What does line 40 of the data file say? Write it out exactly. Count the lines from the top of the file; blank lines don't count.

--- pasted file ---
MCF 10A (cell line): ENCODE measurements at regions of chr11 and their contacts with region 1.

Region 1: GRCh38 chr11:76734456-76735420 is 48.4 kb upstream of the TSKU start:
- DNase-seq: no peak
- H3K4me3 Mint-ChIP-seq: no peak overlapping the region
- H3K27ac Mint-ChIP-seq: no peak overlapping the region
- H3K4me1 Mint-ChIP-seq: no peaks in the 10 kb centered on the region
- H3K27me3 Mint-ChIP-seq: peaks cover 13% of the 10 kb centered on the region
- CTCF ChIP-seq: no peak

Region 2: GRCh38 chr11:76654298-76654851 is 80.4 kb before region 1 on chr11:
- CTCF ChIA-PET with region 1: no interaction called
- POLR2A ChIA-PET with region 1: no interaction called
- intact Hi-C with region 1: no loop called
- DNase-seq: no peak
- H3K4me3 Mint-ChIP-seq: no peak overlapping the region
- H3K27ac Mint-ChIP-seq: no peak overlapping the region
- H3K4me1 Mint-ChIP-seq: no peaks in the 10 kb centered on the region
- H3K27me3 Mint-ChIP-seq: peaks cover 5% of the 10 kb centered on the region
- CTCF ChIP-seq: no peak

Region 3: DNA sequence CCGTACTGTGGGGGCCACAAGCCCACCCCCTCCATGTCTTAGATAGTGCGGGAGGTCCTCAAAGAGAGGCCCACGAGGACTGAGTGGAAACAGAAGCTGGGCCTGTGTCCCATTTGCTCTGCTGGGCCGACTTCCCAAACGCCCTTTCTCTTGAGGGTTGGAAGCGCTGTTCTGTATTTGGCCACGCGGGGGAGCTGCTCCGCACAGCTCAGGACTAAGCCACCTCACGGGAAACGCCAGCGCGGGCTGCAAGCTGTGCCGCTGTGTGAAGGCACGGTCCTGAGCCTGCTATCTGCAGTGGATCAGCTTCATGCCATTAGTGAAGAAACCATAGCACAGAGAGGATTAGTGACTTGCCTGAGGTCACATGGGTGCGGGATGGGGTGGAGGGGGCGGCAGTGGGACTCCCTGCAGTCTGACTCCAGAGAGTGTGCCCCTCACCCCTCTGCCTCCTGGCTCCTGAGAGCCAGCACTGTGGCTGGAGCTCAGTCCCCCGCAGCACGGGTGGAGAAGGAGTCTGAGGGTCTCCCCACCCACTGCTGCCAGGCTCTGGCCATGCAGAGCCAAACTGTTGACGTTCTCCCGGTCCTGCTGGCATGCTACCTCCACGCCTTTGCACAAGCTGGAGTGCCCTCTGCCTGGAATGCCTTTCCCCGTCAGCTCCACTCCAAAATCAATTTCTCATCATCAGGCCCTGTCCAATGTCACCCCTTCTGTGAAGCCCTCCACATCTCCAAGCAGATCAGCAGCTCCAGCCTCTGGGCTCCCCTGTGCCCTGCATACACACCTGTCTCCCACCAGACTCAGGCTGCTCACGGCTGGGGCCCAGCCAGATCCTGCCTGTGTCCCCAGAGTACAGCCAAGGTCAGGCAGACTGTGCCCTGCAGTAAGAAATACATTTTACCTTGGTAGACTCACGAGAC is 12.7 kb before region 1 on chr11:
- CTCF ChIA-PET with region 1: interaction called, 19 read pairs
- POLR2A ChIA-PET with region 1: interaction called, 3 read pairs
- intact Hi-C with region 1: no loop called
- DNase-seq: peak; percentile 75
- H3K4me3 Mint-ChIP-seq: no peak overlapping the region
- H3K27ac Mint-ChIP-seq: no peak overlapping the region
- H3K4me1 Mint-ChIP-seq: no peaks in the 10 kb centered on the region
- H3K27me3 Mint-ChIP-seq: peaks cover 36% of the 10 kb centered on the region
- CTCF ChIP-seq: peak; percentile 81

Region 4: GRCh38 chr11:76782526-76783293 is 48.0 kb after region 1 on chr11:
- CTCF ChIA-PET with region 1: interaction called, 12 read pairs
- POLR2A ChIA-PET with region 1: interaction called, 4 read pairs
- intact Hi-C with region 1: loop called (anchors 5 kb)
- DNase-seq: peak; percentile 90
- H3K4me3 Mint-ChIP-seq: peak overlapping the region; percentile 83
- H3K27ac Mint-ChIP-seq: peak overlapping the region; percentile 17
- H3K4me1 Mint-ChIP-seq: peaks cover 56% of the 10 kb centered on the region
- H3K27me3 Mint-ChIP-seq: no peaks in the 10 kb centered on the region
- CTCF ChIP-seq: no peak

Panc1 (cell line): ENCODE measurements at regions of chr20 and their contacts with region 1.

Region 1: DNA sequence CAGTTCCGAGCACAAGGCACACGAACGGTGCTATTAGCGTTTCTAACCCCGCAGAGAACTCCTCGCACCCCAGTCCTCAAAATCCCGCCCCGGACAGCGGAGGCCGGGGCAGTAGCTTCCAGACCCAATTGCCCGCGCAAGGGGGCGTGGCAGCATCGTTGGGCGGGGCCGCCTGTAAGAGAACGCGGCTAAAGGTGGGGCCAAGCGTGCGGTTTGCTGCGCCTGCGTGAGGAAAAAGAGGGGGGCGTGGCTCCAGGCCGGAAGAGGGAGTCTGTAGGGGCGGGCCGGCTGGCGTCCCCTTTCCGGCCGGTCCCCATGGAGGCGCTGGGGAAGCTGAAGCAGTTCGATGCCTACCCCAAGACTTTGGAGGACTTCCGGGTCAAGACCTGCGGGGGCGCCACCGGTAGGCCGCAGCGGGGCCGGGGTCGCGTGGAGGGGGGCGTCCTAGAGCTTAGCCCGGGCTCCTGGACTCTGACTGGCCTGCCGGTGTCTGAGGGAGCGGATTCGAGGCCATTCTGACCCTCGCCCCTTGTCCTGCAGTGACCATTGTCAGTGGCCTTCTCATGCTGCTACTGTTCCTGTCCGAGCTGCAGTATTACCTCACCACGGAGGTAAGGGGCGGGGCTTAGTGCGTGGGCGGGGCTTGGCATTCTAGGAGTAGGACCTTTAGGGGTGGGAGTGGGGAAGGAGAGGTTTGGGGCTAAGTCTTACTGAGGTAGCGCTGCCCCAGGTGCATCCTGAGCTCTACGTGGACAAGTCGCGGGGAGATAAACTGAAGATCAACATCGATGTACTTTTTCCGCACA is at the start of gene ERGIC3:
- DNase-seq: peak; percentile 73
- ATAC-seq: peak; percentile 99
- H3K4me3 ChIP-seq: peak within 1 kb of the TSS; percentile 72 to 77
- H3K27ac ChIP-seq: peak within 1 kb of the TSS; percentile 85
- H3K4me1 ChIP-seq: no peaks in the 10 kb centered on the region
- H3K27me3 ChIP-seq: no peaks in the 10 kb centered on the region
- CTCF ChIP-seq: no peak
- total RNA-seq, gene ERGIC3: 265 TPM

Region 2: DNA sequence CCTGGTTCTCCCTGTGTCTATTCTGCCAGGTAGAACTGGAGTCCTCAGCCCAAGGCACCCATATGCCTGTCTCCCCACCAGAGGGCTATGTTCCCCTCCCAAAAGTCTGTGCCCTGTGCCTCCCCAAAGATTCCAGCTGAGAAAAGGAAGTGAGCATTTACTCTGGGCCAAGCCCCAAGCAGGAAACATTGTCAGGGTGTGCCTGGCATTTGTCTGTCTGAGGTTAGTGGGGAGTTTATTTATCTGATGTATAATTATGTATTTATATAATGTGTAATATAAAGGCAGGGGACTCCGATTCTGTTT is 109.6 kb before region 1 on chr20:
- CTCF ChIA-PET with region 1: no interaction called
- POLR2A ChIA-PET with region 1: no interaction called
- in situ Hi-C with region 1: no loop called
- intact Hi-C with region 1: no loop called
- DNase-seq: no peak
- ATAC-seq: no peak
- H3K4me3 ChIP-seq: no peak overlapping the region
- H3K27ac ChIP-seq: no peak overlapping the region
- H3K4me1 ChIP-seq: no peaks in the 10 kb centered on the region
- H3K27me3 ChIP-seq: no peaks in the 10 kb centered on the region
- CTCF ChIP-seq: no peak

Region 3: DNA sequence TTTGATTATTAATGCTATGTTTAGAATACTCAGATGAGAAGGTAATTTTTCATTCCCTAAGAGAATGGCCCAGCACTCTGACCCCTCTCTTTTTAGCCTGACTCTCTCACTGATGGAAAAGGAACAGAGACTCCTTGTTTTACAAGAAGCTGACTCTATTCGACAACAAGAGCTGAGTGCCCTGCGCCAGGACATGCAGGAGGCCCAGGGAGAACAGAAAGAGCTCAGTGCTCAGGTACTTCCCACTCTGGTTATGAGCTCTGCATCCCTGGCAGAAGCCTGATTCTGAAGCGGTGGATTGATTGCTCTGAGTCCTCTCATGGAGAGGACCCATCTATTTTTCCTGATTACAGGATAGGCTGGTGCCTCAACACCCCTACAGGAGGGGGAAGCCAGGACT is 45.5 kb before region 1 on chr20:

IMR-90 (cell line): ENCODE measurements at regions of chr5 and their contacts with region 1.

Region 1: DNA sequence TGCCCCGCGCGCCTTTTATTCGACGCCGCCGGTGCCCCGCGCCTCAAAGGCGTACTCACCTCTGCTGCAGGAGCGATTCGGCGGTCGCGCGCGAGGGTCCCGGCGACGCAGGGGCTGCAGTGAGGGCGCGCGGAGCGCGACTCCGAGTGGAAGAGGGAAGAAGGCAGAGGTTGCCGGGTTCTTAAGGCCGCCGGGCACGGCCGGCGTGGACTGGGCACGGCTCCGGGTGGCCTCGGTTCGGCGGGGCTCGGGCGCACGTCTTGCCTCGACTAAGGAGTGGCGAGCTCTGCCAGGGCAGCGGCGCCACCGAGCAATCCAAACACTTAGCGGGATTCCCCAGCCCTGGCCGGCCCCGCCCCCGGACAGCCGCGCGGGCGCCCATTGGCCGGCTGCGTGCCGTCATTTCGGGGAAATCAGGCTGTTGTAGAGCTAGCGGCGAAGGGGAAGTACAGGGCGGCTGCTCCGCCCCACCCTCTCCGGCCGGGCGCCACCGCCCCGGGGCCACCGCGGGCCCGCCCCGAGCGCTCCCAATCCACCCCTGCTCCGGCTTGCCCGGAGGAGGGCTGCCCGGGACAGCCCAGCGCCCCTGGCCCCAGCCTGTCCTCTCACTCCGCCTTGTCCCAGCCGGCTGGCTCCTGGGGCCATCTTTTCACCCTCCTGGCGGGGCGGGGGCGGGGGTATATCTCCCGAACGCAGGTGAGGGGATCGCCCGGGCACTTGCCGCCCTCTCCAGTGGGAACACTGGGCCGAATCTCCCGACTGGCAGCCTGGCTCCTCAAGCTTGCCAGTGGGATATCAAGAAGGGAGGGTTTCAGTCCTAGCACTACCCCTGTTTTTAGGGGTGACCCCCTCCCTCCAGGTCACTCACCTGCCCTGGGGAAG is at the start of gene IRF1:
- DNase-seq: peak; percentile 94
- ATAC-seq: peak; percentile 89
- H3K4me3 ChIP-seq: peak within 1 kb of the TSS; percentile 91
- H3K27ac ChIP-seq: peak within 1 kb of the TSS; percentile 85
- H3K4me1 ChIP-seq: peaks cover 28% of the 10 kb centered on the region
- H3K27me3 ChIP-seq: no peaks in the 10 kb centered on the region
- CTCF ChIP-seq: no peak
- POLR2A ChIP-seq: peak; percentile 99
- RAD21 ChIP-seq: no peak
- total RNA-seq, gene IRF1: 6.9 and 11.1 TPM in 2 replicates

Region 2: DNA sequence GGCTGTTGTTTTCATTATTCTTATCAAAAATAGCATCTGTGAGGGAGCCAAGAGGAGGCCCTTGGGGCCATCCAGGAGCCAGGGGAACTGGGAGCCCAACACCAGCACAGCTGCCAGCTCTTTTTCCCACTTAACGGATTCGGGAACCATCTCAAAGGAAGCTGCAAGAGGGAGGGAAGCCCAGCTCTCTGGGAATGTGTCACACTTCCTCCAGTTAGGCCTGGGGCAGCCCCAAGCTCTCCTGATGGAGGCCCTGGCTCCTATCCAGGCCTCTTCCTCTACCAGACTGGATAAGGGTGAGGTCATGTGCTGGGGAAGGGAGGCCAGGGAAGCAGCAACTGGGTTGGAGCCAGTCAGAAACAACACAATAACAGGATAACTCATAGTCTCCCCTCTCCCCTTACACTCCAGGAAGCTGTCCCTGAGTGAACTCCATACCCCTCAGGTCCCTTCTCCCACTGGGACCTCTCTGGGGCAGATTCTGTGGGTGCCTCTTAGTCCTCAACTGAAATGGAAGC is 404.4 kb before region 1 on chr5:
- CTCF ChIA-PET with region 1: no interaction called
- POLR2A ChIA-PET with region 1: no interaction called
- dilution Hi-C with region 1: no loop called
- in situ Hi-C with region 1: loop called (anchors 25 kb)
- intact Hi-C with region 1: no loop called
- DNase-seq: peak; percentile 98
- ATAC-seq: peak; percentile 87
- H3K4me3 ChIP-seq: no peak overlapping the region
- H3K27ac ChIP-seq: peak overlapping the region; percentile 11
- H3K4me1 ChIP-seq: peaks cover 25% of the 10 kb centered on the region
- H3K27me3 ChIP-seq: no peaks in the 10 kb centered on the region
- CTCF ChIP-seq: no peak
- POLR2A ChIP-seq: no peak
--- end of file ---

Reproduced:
Region 1: DNA sequence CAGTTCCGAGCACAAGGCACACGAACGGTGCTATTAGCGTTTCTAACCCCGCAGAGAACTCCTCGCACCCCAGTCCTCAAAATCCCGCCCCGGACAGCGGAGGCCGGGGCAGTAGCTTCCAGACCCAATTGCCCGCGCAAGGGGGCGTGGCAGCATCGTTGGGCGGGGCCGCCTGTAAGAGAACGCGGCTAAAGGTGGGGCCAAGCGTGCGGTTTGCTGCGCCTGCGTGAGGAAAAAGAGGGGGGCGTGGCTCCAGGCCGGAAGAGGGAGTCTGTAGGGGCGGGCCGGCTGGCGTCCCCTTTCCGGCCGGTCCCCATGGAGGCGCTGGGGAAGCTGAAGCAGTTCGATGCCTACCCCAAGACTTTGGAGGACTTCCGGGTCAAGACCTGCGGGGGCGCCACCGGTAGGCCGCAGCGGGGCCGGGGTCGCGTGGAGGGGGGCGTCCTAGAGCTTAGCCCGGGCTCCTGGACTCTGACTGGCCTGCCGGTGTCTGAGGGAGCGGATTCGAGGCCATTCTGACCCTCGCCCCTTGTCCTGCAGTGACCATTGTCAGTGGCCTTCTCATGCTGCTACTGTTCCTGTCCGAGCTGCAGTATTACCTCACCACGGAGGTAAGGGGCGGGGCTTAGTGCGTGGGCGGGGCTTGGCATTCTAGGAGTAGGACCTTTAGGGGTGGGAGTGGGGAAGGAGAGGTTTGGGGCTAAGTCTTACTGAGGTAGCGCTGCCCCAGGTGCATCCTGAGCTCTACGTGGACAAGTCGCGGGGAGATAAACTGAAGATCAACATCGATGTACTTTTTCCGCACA is at the start of gene ERGIC3: